Sammy Sosa hit the disabled list with a sore right big toe. The digit had been bothering him all year, and he finally had the nail removed so that it could heal. It doesn’t take much to get some critics to pile on Sosa, so there was some grumbling about the severity of the injury, which was a bit ridiculous. Sosa had missed 24 games in the previous six years, and apparently was in agony much of the early season. After the nail was removed one observer said it looked like “raw meat.”

    If that wasn’t bad enough, when the Cubs won their first five games without Sosa, the local airwaves were replete with voices who thought the club would be better off without him. What do these people want? Can’t we all just agree that he is the best player the Cubs have ever had? Does anyone actually blame Sosa that the Tribune Company hasn’t put a team around him?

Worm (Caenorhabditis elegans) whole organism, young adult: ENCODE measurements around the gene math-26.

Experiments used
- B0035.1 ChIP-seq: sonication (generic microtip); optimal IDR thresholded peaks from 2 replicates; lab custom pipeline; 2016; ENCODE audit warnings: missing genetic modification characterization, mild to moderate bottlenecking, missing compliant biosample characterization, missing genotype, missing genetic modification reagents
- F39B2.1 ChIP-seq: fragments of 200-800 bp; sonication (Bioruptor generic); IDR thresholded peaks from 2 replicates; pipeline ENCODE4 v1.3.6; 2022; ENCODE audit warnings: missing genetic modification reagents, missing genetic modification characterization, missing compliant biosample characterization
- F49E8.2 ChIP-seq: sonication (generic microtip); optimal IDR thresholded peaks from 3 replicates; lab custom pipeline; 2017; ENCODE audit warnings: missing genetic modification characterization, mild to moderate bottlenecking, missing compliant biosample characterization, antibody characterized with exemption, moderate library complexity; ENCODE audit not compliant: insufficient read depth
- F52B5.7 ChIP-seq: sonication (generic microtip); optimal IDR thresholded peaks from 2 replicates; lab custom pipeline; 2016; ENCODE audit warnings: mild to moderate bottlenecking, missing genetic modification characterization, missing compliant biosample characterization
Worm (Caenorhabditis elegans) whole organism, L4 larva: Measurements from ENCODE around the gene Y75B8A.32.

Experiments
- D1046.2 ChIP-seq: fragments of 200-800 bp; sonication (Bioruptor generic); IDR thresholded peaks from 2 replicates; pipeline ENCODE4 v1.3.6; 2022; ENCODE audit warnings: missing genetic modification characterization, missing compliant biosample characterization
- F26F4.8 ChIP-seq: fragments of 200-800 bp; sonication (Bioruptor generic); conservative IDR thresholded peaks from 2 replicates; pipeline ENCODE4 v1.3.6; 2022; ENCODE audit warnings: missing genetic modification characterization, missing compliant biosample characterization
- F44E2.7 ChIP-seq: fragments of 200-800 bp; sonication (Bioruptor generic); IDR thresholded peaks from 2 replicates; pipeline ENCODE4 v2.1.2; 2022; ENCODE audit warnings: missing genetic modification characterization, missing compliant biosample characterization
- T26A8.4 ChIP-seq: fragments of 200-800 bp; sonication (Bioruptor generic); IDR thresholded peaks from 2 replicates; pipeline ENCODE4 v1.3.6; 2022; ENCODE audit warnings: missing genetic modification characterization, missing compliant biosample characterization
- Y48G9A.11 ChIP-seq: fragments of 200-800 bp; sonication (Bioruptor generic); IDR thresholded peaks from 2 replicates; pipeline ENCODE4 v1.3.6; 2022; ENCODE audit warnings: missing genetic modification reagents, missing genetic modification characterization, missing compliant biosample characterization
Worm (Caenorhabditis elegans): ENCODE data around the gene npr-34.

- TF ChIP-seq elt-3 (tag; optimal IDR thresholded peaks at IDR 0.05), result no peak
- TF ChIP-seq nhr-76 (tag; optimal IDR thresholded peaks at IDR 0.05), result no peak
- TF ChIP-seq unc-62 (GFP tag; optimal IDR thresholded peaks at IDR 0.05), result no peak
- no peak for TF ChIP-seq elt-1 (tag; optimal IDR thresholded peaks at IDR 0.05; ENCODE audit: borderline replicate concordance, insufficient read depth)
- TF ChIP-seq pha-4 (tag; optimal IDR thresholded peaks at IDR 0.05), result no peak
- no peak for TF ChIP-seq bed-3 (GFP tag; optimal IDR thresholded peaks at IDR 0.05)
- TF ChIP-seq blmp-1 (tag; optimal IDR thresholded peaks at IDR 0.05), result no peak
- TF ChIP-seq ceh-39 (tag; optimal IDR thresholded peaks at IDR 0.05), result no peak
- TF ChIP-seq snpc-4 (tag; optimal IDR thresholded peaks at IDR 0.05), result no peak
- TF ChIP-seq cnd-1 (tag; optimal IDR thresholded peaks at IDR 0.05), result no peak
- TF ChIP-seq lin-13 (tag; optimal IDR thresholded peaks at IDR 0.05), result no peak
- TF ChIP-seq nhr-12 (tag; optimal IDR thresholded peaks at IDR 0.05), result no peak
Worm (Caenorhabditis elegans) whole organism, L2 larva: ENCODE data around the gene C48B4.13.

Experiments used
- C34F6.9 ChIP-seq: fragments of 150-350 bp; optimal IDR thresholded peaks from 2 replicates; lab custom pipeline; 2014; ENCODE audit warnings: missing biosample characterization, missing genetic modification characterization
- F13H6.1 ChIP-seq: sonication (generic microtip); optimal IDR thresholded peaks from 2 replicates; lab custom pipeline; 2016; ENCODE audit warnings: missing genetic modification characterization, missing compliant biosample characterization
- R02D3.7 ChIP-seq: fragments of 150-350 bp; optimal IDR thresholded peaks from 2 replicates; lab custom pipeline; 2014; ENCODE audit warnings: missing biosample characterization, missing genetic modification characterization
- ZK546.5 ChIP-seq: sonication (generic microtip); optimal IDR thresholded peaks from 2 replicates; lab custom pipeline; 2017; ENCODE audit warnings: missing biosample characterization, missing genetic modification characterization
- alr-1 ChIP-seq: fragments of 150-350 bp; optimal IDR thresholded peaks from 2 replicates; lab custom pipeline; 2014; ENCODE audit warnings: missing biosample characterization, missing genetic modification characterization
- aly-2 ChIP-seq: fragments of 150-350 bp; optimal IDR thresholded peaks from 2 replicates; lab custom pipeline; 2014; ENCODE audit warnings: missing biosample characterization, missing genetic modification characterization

No one is saying how long Sosa will be out. As of Tuesday, he couldn’t put his shoe on, which would, for one thing, violate a rule. The Cubs are still in first place, but they could use their superstar, and fast.

  • Prospects: After playing himself out of a starting job in spring training, Bobby Hill started poorly for Iowa, but has been hitting better recently. Still, a .253/.331/.355 clip (an MiEqA of .219) is not going to get him recalled any time soon, especially since the Cubs are getting adequate production from Mark Grudzielanek.

    A more interesting story could be Dave Kelton, who is hitting .331 as Iowa’s third baseman (MiEqA of .275), after tearing up the Southern League last year. Kelton’s defense has always been suspect, but the Cubs have been very unhappy with